If your cat is peeing outside his litter box, it might be caused by stress but it might also have to do with the new litter box location. Your cat could be disoriented and simply not able to find it or he just may be upset and wanting you to know it! If you have created a home-based room for your cat for the time of the move, you can take the litter box and place it one foot further every day until the litter box ‘reaches its final destination.’ That way, your cat will slowly get used to the new location of the litter box.

5) If your cat used to go outside, wait sufficient time before you let him out again.

Okay, that may vary a lot from cat to cat but one thing for sure, though, is that you want to give your cat sufficient time to understand that this new ‘kingdom’ is his and that his ‘subjects’ are still the same. I have a friend whose cat was intelligent enough to leave through the front door on the day of the move, to explore the area as he wished, and then to come home by the back window on the same night. You may take the risk if you wish but I don’t think all cats would be able to find their way home on the first day. So, let him explore the house first, at least for a couple of days. I have heard of many people who only let their cats go outside after three or four weeks. When I saw that most websites about moving with a cat suggested that period of time, I resolved to do the same with my cat.

The first day was not too bad. The second day was tolerable. But the following days were complete torture. My cat would scratch everything, meow incessantly, pee on everything (clothes, suitcases, backpacks, stacks of paper, underwear (!) and so on and so forth) and run around like crazy (at that point, I have to admit I really thought he was!). So, to ease my agony (and especially his), I thought I would please him by letting him go outside as he was desperately in need of fresh air. I opened the door and took a risk. I was worried he might go far, lose his way or worse, cross the highway near our house. But I should have trusted him as he is quite intelligent. He walked around, explored a lot, found new places to wander and new mice to eat and he came back refreshed and so tired that he was content to just sit on my lap and bask in the love that the new surroundings could not offer him.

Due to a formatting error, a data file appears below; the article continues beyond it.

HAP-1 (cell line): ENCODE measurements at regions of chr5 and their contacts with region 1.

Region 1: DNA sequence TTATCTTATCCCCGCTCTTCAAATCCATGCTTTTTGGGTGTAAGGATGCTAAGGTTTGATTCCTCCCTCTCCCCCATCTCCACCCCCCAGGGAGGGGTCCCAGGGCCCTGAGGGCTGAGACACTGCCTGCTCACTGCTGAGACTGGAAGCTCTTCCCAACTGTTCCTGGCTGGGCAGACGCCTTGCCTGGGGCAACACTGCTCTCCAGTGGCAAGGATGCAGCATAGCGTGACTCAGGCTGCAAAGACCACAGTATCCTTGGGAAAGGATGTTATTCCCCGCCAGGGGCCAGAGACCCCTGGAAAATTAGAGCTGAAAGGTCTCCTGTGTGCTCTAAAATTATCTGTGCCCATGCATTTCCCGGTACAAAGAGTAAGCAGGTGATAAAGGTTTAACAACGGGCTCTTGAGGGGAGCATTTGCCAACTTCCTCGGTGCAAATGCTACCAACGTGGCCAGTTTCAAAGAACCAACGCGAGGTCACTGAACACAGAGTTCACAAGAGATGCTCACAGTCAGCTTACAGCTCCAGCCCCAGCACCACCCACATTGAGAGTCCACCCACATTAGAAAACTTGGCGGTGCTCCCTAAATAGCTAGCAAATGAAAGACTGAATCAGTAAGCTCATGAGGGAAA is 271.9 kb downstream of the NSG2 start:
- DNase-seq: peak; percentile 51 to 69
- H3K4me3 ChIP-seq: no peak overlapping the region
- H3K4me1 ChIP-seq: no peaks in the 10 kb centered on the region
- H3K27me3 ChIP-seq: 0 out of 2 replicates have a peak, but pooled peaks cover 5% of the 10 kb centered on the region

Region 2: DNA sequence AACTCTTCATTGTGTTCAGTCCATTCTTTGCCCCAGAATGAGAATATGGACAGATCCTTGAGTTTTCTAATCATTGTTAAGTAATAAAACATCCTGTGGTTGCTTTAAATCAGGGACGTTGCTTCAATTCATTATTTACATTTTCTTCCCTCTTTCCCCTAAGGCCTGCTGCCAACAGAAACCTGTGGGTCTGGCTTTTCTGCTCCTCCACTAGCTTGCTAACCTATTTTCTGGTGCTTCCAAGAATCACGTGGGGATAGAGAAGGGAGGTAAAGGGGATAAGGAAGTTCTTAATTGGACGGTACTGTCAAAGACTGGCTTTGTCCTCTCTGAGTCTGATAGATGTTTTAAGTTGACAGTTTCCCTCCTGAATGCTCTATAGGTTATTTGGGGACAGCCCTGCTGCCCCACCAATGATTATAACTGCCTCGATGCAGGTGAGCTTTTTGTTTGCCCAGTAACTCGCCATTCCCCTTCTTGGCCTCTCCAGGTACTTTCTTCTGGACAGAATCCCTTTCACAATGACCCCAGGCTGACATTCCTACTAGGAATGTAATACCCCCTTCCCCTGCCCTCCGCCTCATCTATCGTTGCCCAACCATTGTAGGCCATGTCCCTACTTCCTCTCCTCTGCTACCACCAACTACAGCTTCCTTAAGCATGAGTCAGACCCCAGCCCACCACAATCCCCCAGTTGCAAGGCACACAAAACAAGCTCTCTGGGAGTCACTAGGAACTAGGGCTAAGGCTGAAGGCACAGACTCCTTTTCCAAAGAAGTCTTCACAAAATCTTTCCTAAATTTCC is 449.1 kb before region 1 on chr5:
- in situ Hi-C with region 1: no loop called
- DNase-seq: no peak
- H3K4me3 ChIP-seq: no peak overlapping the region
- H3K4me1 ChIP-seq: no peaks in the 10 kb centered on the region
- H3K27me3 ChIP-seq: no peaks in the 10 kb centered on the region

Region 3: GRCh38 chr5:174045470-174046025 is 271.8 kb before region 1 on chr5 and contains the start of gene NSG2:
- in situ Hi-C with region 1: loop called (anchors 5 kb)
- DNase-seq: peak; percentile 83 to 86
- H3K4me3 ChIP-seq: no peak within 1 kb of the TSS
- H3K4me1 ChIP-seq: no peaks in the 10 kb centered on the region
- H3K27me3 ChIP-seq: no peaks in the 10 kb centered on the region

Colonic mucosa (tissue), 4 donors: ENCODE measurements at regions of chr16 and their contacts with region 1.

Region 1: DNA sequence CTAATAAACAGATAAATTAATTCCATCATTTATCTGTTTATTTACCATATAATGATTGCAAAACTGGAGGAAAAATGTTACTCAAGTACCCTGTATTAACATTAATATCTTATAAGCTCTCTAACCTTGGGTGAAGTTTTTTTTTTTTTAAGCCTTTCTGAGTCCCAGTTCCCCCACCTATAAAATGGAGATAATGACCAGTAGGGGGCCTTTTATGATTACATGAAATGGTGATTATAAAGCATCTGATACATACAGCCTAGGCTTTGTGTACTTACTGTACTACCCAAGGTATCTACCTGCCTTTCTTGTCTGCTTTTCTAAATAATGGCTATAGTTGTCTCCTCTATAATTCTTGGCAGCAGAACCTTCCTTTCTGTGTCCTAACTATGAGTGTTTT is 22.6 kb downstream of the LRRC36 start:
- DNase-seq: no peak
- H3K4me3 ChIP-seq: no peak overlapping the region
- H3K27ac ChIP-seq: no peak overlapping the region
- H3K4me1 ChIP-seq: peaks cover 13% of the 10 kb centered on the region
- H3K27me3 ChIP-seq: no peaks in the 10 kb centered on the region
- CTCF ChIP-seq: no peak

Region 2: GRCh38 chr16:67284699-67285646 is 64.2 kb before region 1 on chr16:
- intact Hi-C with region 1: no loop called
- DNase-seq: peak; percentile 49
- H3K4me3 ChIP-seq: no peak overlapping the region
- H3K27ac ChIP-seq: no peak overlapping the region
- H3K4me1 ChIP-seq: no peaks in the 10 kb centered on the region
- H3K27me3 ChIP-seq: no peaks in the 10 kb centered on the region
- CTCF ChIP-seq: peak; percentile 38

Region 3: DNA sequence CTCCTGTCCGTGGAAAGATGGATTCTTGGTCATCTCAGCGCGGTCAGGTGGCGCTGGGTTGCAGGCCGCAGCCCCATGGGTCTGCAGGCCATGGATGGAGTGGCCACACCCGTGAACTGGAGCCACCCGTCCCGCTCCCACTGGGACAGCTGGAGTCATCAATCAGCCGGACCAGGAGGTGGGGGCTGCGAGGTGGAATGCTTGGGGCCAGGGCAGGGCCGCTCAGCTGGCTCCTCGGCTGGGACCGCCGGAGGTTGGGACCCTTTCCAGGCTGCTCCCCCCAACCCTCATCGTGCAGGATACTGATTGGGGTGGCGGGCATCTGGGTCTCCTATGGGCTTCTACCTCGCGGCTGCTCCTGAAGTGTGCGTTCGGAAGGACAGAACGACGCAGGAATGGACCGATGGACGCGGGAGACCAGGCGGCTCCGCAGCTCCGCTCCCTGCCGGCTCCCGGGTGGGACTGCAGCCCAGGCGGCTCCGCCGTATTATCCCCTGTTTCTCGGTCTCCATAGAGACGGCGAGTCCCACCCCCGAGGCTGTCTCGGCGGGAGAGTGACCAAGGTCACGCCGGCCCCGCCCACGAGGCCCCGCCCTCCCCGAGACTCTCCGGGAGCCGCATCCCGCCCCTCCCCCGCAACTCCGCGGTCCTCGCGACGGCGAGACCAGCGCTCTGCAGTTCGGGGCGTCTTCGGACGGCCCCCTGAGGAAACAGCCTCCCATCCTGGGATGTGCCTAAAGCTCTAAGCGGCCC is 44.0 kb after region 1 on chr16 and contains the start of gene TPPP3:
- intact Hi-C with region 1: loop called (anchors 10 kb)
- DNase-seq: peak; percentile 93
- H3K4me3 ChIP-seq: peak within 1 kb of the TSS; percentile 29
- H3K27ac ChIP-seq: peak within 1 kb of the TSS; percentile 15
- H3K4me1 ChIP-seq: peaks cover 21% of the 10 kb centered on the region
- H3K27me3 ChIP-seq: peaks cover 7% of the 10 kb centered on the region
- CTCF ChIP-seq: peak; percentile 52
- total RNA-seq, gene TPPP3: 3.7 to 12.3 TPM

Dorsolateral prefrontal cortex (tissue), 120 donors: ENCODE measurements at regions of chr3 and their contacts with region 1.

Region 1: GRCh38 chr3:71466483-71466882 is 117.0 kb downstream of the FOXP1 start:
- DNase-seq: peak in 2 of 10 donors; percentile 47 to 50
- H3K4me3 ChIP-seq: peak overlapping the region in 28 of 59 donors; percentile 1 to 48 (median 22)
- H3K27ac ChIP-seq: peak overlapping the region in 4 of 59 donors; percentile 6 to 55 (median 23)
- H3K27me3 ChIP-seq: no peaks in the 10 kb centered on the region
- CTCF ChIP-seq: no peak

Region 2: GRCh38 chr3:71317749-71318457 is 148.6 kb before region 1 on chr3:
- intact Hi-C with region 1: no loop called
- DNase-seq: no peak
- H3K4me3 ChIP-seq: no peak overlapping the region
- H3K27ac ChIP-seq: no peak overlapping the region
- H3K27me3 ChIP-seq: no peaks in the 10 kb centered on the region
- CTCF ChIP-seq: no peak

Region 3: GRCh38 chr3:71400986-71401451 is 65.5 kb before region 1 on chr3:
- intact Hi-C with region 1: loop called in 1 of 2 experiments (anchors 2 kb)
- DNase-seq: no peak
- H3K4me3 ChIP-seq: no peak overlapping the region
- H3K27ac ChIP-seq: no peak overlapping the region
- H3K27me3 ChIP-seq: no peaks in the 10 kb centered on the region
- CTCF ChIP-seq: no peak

So, the bottom line is, if your cat can handle being indoors despite his habit, good for you. Let time pass and after a few weeks, let him go outside. But if your cat is like mine, and you’re on the edge of going crazy because of his misbehaviour, you can choose to trust him and let him wander around a little bit, waiting for him with treats so that he doesn’t go too far and is happy to come back to you.